It was only yesterday that Britain's societies of accountants and economists disturbed 5 o'clock tea, saying that - according to their calculations - the Empire's public net debts of £2 Trillion were more than double the official figure.
This was a bad guess. It is £4 Trillion or again double that overnight, at least to this story in the Independent:
The true scale of Britain's national indebtedness was laid bare by the Office for National Statistics (ONS) yesterday: almost £4 trillion, or £4,000bn, about four times higher than previously acknowledged.
It quantifies the burden that will be placed on future generations, and it is the ONS's first attempt to draw together the "off-balance-sheet" liabilities that have been accumulated by the state. The figures imply a huge "intergenerational transfer" - broadly in favour of today's "baby boomer" generation at the expense of younger people and future generations.
The debt primarily consists of the cost of public sector and state pensions, and of payments promised to private contractors under private finance initiatives. It far exceeds any of the figures so far published for the national debt, the largest current estimate for which is £903bn...It appears Dagong's "AA-" rating is closer to the reality than the "AAA" given by Western rating agencies, who have so far only cautioned a downgrade in the distant future for the UK.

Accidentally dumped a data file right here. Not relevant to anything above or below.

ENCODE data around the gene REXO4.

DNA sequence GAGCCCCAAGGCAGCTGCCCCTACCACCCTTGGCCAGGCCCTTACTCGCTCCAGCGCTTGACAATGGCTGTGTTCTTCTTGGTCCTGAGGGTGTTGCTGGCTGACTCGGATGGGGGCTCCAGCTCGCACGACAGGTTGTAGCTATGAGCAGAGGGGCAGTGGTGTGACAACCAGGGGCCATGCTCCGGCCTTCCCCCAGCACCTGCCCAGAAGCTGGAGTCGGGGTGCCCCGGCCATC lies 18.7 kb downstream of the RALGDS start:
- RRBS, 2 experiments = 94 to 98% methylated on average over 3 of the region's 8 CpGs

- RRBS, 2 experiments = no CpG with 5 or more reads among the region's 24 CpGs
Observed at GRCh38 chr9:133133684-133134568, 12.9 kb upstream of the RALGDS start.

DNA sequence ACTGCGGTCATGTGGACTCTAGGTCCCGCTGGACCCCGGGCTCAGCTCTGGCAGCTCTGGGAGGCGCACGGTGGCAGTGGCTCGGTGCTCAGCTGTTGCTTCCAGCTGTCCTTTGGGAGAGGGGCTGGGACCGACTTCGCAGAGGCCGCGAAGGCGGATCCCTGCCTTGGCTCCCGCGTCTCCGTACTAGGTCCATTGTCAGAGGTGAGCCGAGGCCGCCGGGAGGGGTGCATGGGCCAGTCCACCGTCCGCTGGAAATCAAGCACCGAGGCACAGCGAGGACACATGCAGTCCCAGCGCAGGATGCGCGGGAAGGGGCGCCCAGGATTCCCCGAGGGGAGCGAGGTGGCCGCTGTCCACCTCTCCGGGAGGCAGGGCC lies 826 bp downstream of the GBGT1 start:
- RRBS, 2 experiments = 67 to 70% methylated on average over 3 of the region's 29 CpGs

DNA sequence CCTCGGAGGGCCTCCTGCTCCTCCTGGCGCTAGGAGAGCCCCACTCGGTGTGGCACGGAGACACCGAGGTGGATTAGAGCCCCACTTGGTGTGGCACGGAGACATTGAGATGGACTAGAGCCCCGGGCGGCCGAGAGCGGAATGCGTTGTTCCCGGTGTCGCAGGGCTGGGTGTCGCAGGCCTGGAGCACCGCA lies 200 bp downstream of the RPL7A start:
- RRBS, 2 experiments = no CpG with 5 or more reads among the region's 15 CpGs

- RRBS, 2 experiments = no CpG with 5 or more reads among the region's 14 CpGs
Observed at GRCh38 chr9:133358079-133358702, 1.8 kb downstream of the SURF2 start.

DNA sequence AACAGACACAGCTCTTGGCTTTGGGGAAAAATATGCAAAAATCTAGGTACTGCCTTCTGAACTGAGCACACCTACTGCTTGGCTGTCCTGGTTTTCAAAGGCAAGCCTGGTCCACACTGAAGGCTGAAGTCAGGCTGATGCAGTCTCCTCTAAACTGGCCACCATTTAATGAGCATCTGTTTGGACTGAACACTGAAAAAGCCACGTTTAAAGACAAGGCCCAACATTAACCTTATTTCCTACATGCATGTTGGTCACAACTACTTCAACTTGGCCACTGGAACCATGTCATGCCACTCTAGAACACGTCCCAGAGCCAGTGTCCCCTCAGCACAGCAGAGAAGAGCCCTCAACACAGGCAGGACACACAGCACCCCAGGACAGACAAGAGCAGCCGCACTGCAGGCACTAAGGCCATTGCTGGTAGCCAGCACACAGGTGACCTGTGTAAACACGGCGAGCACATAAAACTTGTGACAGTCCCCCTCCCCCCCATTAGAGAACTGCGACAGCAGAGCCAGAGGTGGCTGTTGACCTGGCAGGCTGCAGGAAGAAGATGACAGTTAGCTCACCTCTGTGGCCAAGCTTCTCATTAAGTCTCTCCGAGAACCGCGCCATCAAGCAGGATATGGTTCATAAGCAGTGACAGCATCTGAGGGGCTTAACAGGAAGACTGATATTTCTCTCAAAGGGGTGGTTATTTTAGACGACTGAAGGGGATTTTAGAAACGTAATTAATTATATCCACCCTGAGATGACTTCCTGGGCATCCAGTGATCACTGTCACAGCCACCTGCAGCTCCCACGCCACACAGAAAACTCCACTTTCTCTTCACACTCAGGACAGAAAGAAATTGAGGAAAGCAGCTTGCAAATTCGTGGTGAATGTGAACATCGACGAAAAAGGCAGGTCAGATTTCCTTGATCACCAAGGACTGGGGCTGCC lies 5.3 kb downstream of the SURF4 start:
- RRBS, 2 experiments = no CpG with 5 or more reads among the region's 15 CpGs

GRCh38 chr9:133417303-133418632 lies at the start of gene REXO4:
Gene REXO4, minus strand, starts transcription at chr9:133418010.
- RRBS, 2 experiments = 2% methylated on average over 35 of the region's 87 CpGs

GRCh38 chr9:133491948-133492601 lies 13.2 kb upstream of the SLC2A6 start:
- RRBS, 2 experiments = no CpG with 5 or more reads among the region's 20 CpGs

But it still escapes my understanding how 3 major bodies can differ so widely on the key figure of these times: total government debt.
We have seen it before earlier this year, when debt figures of Greece and Ireland multiplied within a few days/hours, leading to massive loss of confidence in the troubled Euro.
This is understandable. Can we trust official figures anymore when they exponentially mushroom overnight?
I have searched the reported figures on the ONS website with a blank result for the staggering £4 Trillion number, this being the latest on public net debt. Note the steeper curve due to bank rescues, though.
The Independent exclusively has these details and a sobering perspective for future generations:
If the current generation of taxpayers wanted to remove the higher bills facing their children and grandchildren, they would now be paying around 30 per cent more in tax.
The ONS data strengthens the Government's hand in its attempt to pull down state spending.
The ONS itemised the public sector's main liabilities as:
Given the wide estimates, would you be surprised if another Trillion gets tacked on?
- Future payments for the state old age pension: £1.1 to £1.4 Trillion
- Unfunded public sector pensions for teachers, NHS staff and civil servants: £770 billion to £1.2 Trillion
- Payments under private finance initiative contracts: £200 billion
- Contingent liabilities (eg bank deposit guarantees): £500 billion
- Nuclear power plant decommissioning: £45 billion
- Impact of financial sector interventions: £1to £1.5 Trillion
If you still count find the exact figure of global debts from 2009, that figure still stands unchanged and unchallenged.